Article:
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2-Minute Drill: Get to Know Vikings DE Stacy Keely

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EAGAN, Minn. — When defensive end Stacy Keely arrived in Minnesota in May as an undrafted rookie free agent, his weight was only a couple of pounds more than one of his favorite players to watch: Cardinals receiver Larry Fitzgerald.

The 6-foot-6 Keely tipped the scales at 220 pounds.

The 6-foot-3 Fitzgerald, a former Vikings ball boy turned surefire future Hall of Famer, is listed by Arizona at 218.

"I was definitely a big fan of Larry Fitzgerald coming out of high school," Keely said. "I was playing tight end and receiver, was running track, so a lot of my idols were receivers and on the offensive side of the ball. When I got to college, they flipped sides on me. He's still up there, one of my favorite all-time players.

"I heard about [Fitzgerald's time as a ball boy]," Keely said. "It's crazy, what football can do for you."

Born in St. Louis, Keely spent much of his youth in Arizona before moving to Omaha, Nebraska, in 2006, so he's followed Fitzgerald's impressive career since its start in 2004.

Keely won two state titles in the high jump, played basketball and wrestled in high school. He initially enrolled at South Dakota State with his identical twin brother, Eron. After redshirting as a tight end, he transferred to Iowa Western Community College and switched to defense. He then helped the Alabama-Birmingham Blazers reignite their football program. In the first two seasons after being reinstated, UAB went 8-5 and 11-3.

When Keely gets to take the same field as Fitzgerald at noon Saturday in the third preseason contest, he'll be about 30 pounds heavier thanks to hard work in the weight room and a focus on nutrition.

"I started in rookie minicamp at about 220 pounds and now this morning I weighed-in at 251, so I've definitely put on some weight," Keely said recently. "I'm still looking to put on more muscle and continue with the ins and outs of the football grind. It's still a work-in-progress."

Keely said the meals served and nutritious snacks offered to players at Twin Cities Orthopedics Performance Center have helped.

"They take really good care of us, so it's stuff I can put in my body and not put on bad weight," Keely said. "It's definitely multiple meals a day but then snacks in between, because once you start getting hungry, it's too late. … I just try to keep something in my hand at all times."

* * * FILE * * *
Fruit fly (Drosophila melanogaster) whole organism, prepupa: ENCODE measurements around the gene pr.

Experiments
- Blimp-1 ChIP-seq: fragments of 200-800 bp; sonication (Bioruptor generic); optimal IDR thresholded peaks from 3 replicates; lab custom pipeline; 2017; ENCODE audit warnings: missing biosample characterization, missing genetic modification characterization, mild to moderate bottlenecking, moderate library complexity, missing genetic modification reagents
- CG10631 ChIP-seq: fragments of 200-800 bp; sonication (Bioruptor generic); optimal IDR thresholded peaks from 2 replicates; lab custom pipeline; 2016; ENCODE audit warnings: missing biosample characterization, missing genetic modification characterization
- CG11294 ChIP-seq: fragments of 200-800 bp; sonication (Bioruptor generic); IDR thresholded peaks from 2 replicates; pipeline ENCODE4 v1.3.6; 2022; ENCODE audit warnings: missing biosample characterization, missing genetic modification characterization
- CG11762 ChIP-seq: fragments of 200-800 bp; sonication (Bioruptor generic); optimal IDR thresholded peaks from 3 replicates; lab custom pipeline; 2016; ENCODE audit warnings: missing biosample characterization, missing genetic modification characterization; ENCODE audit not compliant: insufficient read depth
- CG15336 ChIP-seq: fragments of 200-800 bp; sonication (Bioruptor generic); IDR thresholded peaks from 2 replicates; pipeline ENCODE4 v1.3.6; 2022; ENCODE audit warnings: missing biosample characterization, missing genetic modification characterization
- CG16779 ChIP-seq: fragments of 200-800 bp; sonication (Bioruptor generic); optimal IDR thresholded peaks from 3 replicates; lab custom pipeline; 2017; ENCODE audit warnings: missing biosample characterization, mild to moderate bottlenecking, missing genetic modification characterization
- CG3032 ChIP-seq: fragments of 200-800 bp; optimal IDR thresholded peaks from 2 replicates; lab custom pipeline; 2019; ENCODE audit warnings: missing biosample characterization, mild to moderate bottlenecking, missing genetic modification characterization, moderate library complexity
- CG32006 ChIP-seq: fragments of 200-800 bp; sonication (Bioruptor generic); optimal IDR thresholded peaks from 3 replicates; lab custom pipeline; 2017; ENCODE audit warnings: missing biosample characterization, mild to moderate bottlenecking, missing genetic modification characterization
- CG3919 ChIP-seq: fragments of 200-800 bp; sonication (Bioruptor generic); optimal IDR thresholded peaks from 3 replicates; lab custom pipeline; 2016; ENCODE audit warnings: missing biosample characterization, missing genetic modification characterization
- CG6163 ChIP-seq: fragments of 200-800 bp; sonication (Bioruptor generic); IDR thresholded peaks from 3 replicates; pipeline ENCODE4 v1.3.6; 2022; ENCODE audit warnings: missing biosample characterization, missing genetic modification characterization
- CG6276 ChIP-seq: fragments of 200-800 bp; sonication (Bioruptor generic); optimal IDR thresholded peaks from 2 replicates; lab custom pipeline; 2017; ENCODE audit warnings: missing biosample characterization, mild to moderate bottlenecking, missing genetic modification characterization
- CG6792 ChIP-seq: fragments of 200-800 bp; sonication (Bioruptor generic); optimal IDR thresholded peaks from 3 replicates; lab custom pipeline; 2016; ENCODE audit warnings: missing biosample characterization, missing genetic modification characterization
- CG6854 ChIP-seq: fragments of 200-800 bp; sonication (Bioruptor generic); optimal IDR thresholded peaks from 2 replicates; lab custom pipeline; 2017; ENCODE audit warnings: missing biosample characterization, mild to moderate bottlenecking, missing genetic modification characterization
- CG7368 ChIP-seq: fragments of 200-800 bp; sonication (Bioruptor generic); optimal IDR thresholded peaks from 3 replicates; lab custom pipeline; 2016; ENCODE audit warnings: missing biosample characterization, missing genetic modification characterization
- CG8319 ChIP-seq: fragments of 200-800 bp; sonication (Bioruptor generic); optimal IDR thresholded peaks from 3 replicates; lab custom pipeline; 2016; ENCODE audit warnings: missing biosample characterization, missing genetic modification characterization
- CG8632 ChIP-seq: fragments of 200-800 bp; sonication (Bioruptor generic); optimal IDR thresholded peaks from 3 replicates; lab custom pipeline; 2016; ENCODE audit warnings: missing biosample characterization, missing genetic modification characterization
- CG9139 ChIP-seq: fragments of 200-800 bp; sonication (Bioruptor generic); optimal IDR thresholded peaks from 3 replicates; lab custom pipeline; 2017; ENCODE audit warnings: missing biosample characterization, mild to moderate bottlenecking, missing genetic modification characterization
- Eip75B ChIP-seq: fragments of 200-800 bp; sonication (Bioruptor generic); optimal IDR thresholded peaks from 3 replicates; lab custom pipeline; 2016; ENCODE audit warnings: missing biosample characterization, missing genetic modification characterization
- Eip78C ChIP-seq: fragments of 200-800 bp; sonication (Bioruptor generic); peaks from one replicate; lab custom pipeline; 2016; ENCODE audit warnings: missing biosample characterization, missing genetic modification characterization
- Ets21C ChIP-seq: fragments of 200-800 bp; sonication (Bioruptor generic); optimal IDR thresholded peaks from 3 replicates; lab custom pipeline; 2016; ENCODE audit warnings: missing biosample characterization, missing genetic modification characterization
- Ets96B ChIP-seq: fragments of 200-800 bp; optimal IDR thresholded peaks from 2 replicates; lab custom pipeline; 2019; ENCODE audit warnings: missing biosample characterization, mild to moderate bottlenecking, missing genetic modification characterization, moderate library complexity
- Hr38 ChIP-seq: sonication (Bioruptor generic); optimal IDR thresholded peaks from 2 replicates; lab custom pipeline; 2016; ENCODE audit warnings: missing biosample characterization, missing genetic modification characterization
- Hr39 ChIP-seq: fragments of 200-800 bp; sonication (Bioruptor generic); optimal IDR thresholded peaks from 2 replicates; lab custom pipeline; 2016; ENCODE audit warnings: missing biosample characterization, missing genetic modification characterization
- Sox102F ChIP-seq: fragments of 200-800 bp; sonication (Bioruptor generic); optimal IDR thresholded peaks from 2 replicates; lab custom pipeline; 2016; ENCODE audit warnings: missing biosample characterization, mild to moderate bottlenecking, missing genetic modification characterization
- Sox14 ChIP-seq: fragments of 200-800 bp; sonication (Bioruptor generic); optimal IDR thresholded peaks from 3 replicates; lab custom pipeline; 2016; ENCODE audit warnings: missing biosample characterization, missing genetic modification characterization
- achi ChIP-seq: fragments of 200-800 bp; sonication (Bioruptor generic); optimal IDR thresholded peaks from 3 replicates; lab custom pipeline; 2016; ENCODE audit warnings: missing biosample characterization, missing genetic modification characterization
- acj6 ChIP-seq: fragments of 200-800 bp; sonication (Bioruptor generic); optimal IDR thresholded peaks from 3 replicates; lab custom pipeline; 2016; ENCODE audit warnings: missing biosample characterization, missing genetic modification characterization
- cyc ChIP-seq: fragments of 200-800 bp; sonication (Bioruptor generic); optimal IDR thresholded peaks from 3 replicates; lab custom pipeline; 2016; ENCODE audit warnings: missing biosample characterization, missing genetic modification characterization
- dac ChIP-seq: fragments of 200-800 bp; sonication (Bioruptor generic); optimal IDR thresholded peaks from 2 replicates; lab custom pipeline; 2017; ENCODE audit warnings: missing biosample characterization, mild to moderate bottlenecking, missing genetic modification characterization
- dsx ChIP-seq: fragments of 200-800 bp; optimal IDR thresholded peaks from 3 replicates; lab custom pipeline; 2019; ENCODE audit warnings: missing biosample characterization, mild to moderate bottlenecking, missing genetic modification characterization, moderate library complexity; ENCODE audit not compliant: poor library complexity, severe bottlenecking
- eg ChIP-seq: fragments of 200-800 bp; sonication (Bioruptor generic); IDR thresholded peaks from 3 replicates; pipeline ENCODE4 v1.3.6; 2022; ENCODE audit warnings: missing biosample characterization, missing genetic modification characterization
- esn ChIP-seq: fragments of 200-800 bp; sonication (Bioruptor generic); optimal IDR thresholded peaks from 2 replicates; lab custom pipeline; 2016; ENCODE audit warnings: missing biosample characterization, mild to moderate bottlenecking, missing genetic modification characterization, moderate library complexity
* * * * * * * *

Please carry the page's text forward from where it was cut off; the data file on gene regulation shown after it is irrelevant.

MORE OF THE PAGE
Here are three topics covered with Keely:

1. What was it like to grow up as a twin?

"It was pretty good. It's like any other sibling, we're just more of best friends at the same time. We look just alike from the height to everything else."

A lot of twins say they have a special connection where they know what the other is doing…

"Sometimes we find ourselves finishing each other's sentences, just kind of knowing what the other is thinking. I don't think it's anything extra special. We just know each other."

2. What goes into a good high jump?

"Honestly, you've just got to attack it like you attack everything else. Some people get kind of scared of the height, but you're really just jumping over a bar. Technique helps. The higher you get, the more technique-sound you have to be. There's some guys that couldn't jump over 5-foot-10 and there were some guys that were jumping 7-feet-plus in high school."

3. What pride did you have in helping re-launch the Alabama-Birmingham football program?

"Starting out was definitely a challenge because we knew we wouldn't have the program back until a year and a half, so we were just attacking every day. It got kind of tedious, going against your own guys, but it really paid off. Knowing we had two great seasons, probably the best two in UAB history, so it definitely paid off. I met a lot of great guys out there. Just being able to do something that wasn't done there before was a real plus."

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